Two public figures swimming against the current of vehemence dominating the run-up to the October presidential election chose to use words this week with intrinsically related meanings as they described the challenge the country faces: legitimacy and trust.
Supreme Court Chief Justice Carlos Rosenkrantz was talking about the courts he leads in the formal opening of this year’s judicial year. “We are suffering from a severe crisis of legitimacy… a crisis of trust,” he said.
Elsewhere, former economy minister Roberto Lavagna, one of the political stars of the moment, said a day later that nothing will work in Argentina unless there is “trust.” Speaking in Córdoba, he added: “Without public trust, no economic programme works.”
Lavagna knows what he is talking about – which does not mean he can deliver. When he took charge of the country’s economy in 2002, Argentina was struggling to emerge from a major crisis. Lavagna and later Néstor Kirchner, when he was sworn in as president in May, 2003, are widely credited with helping the country surf through that deadlock, triggered by three years of recession, a freeze on bank deposits and a massive devaluation that pushed half the country below the poverty line.
Trust was, of course, broken. On the road to the crisis, the country’s political and economic establishment were in a state of denial, at least when speaking publicly, about the country’s real problems. Only after they had exploded, one-by-one in that tragic December of 2001, were they able to name those problems: debt default, devaluation and the one-peso-one-dollar currency peg that epitomised the economic epoch of the 1990s.
How far is today’s Argentina from that meltdown? Obscurantism is beginning to dominate, and the establishment is again unable and/or unwilling to be clear in public about the challenges the country will be facing the day after Argentina’s new president takes office on December 10.
Argentina is entering its a second year of recession, inflation is stubbornly high, the country has again accrued enough debt that it is starting to look unsustainable, the world’s financing sources (save the IMF) are closed, and the Central Bank is walking on a tight-rope between the precipices of crippling interest rates and unruly runs on the peso. Significant growth of any sort is now only on the distant horizon.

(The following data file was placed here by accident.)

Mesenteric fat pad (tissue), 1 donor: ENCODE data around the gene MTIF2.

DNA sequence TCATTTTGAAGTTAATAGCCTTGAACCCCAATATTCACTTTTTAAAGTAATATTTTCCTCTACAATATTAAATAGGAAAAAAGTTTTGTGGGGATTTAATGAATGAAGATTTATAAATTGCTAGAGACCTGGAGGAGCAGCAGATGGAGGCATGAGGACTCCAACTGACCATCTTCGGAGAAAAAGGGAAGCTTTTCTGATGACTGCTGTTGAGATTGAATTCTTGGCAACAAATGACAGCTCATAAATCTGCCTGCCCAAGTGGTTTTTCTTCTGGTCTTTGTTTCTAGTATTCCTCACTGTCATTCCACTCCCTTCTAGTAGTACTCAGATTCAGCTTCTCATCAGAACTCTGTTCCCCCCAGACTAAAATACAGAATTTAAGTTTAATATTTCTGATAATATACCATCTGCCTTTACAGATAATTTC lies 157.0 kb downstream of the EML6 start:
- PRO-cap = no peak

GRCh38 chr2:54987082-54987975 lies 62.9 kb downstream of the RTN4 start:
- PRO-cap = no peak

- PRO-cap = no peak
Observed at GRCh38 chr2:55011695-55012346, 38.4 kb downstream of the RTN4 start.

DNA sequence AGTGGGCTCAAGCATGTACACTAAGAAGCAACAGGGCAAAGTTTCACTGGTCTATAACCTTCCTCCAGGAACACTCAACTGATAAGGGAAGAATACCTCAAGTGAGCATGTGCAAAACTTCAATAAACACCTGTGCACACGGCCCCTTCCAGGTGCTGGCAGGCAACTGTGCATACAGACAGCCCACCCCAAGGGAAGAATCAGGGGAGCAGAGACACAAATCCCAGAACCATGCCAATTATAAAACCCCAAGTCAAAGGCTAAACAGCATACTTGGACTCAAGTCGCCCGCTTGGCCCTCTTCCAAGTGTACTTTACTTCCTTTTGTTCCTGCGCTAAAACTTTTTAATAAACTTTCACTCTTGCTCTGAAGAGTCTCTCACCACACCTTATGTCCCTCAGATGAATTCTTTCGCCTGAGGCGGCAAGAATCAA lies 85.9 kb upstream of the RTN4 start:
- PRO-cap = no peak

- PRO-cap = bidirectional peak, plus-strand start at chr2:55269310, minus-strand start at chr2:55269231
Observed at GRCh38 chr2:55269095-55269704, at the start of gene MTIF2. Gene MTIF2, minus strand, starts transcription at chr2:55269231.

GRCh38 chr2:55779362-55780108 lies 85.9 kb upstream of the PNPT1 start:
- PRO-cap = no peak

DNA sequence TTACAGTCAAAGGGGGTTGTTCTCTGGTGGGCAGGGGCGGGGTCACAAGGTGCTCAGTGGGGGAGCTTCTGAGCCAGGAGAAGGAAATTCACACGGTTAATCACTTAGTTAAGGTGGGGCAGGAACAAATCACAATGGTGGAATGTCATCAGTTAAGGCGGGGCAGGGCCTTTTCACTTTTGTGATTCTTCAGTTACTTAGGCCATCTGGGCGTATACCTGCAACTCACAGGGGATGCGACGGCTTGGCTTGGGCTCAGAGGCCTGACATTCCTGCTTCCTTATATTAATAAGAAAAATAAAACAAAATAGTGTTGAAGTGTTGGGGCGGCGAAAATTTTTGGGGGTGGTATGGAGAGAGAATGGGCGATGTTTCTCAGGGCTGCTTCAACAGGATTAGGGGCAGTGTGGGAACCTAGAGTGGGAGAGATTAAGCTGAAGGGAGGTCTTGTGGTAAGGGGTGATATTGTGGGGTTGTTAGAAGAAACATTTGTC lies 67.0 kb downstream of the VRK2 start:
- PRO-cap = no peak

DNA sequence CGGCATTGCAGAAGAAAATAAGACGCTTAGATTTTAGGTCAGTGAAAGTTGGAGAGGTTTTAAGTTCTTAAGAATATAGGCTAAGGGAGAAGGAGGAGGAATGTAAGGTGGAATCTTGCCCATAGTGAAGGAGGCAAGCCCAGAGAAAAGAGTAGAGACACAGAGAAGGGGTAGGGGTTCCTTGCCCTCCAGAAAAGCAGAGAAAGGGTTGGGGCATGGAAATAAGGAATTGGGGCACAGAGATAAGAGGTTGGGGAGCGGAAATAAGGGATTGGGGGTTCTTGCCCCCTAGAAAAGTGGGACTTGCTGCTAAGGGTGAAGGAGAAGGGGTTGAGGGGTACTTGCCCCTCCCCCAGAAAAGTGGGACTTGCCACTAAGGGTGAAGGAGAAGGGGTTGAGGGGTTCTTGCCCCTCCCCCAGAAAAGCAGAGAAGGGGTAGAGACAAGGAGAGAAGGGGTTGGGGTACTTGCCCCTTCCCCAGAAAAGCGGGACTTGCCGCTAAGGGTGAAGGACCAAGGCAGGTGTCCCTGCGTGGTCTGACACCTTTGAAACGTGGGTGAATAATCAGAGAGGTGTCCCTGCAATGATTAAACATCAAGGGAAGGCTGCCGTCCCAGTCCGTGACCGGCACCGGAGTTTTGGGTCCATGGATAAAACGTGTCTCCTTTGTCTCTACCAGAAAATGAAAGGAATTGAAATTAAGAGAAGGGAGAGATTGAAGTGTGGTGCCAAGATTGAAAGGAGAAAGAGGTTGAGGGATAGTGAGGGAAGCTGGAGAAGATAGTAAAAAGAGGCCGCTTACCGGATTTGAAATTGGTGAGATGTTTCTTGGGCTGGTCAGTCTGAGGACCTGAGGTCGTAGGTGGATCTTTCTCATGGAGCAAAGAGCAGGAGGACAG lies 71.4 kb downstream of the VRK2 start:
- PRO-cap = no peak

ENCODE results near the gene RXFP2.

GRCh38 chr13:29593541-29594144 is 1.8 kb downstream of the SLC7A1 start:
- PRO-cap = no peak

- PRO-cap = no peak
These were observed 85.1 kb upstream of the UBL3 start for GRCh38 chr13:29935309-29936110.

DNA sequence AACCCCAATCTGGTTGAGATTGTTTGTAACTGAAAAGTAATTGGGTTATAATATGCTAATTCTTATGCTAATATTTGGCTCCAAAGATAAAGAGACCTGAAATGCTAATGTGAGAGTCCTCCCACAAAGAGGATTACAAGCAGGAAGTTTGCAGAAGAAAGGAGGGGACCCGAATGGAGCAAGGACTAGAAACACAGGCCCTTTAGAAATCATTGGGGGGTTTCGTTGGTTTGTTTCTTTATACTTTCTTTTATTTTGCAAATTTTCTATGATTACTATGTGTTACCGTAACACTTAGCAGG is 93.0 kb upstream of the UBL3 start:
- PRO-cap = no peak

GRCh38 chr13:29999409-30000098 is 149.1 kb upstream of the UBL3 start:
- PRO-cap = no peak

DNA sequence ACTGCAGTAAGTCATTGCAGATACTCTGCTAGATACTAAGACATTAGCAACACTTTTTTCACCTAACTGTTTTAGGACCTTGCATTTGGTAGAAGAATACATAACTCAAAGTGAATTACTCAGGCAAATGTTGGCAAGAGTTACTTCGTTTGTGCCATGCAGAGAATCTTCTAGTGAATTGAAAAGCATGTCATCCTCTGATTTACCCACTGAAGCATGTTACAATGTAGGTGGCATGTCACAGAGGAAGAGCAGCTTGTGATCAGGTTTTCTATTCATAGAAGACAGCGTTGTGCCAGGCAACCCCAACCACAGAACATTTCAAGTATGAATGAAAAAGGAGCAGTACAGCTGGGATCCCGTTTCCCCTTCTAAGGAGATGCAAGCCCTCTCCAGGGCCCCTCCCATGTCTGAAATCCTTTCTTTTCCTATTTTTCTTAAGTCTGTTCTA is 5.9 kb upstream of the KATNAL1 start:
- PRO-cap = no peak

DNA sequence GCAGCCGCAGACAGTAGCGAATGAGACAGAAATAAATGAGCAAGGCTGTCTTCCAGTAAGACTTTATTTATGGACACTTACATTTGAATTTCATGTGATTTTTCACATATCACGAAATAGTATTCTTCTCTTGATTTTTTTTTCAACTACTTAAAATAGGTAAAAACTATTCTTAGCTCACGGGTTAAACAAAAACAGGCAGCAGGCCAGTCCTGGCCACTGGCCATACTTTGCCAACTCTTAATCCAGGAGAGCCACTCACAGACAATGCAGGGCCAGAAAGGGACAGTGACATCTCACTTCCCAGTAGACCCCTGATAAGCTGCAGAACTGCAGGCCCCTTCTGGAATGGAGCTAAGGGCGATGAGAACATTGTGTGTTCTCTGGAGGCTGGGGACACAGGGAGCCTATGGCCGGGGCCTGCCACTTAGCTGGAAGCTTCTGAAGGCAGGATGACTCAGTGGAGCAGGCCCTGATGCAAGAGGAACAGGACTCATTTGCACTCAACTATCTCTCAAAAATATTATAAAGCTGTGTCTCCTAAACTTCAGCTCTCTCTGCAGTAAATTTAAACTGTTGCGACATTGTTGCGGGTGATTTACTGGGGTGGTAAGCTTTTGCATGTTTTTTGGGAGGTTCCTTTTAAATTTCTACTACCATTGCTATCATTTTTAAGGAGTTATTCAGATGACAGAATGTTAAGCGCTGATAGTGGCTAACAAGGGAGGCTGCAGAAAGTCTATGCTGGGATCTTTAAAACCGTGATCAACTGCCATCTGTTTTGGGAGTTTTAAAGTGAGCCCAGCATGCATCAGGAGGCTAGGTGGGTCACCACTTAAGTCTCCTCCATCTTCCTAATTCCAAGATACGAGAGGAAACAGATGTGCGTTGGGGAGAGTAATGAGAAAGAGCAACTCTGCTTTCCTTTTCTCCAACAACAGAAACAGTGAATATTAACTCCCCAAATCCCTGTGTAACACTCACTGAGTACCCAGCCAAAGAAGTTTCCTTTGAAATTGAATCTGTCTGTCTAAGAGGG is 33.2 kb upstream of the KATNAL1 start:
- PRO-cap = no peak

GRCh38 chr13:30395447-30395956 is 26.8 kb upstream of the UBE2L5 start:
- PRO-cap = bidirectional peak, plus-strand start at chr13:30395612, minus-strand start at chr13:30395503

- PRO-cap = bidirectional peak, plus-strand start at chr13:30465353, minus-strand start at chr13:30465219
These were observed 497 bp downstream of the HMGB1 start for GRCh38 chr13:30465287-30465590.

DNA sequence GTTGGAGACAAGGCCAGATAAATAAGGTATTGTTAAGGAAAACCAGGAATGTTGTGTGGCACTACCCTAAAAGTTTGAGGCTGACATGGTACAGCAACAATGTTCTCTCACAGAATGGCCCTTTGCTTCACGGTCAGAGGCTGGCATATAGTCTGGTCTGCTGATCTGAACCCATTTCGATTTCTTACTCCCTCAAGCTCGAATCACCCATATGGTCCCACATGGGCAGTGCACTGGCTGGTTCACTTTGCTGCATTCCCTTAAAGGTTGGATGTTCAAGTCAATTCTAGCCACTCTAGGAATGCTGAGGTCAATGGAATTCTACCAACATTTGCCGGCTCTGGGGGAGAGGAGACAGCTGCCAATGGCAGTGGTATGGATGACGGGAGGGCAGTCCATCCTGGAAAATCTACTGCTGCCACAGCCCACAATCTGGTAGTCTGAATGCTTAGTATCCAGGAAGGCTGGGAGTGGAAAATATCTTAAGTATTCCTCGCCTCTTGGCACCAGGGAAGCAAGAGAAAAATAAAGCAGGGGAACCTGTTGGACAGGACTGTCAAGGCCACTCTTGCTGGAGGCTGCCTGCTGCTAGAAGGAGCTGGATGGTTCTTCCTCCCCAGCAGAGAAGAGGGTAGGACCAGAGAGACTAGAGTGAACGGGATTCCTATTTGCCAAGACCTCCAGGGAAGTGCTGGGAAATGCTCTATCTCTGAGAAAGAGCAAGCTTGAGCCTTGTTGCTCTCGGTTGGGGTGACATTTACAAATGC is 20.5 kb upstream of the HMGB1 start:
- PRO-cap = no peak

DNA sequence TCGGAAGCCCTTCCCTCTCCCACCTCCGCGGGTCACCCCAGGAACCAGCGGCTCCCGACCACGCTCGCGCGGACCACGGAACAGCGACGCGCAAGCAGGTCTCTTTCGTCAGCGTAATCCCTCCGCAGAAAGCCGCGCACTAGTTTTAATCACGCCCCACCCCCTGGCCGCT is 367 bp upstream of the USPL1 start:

To be fair, perhaps we should not blame President Mauricio Macri for stating during a television interview last Sunday evening that he didn’t like his job that much. But his response prompts an inevitable follow-up question: why would he want to keep it for another four years? “I am fuming,” the president added on Thursday in a speech to fellow officials, referring to people who he said “lie” about the state of the country.
His sworn political enemy, former president Cristina Fernández de Kirchner – who flew back to Buenos Aires yesterday from Cuba, where she visited her daughter Florencia Kirchner, reportedly in bad health – is also fuming too, complaining about “political persecution” as she mulls a big decision in the coming weeks: will she launch the third presidential bid of her lifetime? The previous two in 2007 and 2011 were easy calls, because they were piece-of-cake victories. But it’s not like that anymore.
If the two persevere with their races, and if Argentines stick to their own fuming, polarised, anti-something voting mood, the country is likely to remain in trouble next year, replete with a side dish of reloaded economic hardships. If Macri and Fernández de Kirchner face off in a narrow second round, whoever wins will have little steam to help steer the country politically through what look to be choppy waters ahead. Anger and disenchantment feed each other well.
As the 2015 election showed, Argentines are less polarised than their leadership. The political system has not blown up in the air – yet – as it has done in other Western democracies trapped in a combo of economic trouble, fake news and shortcut solutions. You name it: Donald Trump’s victory, Britain’s Brexit, Brazil’s Bolsonaro. In Argentina 2019, in one corner, some postulate that the IMF is the only way and that corruption alone has ruined the country. In the other, they declare that corruption is a court fabrication and that Macri is the leader of a perverted plan of class warfare designed to further impoverish the poor. Both seem to be surviving to fight another political day. But perhaps just one more.
Behind closed doors, the political and economic establishment agrees that polarisation is only driving the country to a new sort of dead-end disaster. But it is not clear if there is enough time and political stamina to build an alternative. Most of these are playing the Lavagna card, though it is one not even Lavagna has fully played yet. If it fails, the public will lose what little trust they have left, sooner rather than later.
Armies, as Napoleon once said, ultimately march on their stomachs.